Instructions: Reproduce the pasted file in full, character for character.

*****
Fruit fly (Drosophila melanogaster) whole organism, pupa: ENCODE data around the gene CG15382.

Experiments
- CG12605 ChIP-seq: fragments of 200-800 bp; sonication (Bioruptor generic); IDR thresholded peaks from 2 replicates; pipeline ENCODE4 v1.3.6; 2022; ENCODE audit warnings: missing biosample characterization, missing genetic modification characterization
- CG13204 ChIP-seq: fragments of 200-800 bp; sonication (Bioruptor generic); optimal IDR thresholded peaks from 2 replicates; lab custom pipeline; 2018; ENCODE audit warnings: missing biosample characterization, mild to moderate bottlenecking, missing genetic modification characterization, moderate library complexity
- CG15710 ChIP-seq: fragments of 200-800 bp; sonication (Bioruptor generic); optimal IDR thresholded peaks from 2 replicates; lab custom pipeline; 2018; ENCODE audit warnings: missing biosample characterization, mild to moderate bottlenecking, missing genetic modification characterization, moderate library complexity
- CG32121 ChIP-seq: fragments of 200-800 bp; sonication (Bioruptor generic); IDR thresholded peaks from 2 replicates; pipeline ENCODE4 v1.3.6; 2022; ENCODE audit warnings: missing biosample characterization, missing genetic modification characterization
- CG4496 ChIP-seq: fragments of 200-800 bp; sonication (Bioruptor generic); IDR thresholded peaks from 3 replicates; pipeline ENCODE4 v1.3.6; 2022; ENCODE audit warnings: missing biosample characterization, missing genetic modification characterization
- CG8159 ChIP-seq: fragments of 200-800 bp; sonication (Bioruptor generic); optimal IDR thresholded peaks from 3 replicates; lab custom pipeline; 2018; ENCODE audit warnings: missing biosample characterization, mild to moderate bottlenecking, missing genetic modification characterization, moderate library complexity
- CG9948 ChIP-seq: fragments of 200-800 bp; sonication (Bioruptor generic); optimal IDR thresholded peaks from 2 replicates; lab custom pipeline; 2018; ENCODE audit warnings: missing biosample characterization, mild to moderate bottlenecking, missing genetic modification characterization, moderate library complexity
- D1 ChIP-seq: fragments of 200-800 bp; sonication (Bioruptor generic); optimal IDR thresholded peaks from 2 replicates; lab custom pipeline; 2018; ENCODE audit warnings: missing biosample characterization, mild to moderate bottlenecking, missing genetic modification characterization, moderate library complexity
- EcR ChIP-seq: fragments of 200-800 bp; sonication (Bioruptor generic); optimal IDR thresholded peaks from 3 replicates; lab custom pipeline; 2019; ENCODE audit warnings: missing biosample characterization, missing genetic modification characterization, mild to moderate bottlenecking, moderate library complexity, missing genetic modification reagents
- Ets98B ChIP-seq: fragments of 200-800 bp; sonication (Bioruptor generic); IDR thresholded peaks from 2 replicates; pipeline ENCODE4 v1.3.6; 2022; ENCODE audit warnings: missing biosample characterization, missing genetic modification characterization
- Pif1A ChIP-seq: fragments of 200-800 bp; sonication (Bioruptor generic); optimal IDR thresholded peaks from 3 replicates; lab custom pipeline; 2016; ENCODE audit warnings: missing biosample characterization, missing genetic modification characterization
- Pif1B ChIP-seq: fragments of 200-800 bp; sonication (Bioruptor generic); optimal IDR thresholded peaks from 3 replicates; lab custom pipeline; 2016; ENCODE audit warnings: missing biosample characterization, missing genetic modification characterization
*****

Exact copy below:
Fruit fly (Drosophila melanogaster) whole organism, pupa: ENCODE data around the gene CG15382.

Experiments
- CG12605 ChIP-seq: fragments of 200-800 bp; sonication (Bioruptor generic); IDR thresholded peaks from 2 replicates; pipeline ENCODE4 v1.3.6; 2022; ENCODE audit warnings: missing biosample characterization, missing genetic modification characterization
- CG13204 ChIP-seq: fragments of 200-800 bp; sonication (Bioruptor generic); optimal IDR thresholded peaks from 2 replicates; lab custom pipeline; 2018; ENCODE audit warnings: missing biosample characterization, mild to moderate bottlenecking, missing genetic modification characterization, moderate library complexity
- CG15710 ChIP-seq: fragments of 200-800 bp; sonication (Bioruptor generic); optimal IDR thresholded peaks from 2 replicates; lab custom pipeline; 2018; ENCODE audit warnings: missing biosample characterization, mild to moderate bottlenecking, missing genetic modification characterization, moderate library complexity
- CG32121 ChIP-seq: fragments of 200-800 bp; sonication (Bioruptor generic); IDR thresholded peaks from 2 replicates; pipeline ENCODE4 v1.3.6; 2022; ENCODE audit warnings: missing biosample characterization, missing genetic modification characterization
- CG4496 ChIP-seq: fragments of 200-800 bp; sonication (Bioruptor generic); IDR thresholded peaks from 3 replicates; pipeline ENCODE4 v1.3.6; 2022; ENCODE audit warnings: missing biosample characterization, missing genetic modification characterization
- CG8159 ChIP-seq: fragments of 200-800 bp; sonication (Bioruptor generic); optimal IDR thresholded peaks from 3 replicates; lab custom pipeline; 2018; ENCODE audit warnings: missing biosample characterization, mild to moderate bottlenecking, missing genetic modification characterization, moderate library complexity
- CG9948 ChIP-seq: fragments of 200-800 bp; sonication (Bioruptor generic); optimal IDR thresholded peaks from 2 replicates; lab custom pipeline; 2018; ENCODE audit warnings: missing biosample characterization, mild to moderate bottlenecking, missing genetic modification characterization, moderate library complexity
- D1 ChIP-seq: fragments of 200-800 bp; sonication (Bioruptor generic); optimal IDR thresholded peaks from 2 replicates; lab custom pipeline; 2018; ENCODE audit warnings: missing biosample characterization, mild to moderate bottlenecking, missing genetic modification characterization, moderate library complexity
- EcR ChIP-seq: fragments of 200-800 bp; sonication (Bioruptor generic); optimal IDR thresholded peaks from 3 replicates; lab custom pipeline; 2019; ENCODE audit warnings: missing biosample characterization, missing genetic modification characterization, mild to moderate bottlenecking, moderate library complexity, missing genetic modification reagents
- Ets98B ChIP-seq: fragments of 200-800 bp; sonication (Bioruptor generic); IDR thresholded peaks from 2 replicates; pipeline ENCODE4 v1.3.6; 2022; ENCODE audit warnings: missing biosample characterization, missing genetic modification characterization
- Pif1A ChIP-seq: fragments of 200-800 bp; sonication (Bioruptor generic); optimal IDR thresholded peaks from 3 replicates; lab custom pipeline; 2016; ENCODE audit warnings: missing biosample characterization, missing genetic modification characterization
- Pif1B ChIP-seq: fragments of 200-800 bp; sonication (Bioruptor generic); optimal IDR thresholded peaks from 3 replicates; lab custom pipeline; 2016; ENCODE audit warnings: missing biosample characterization, missing genetic modification characterization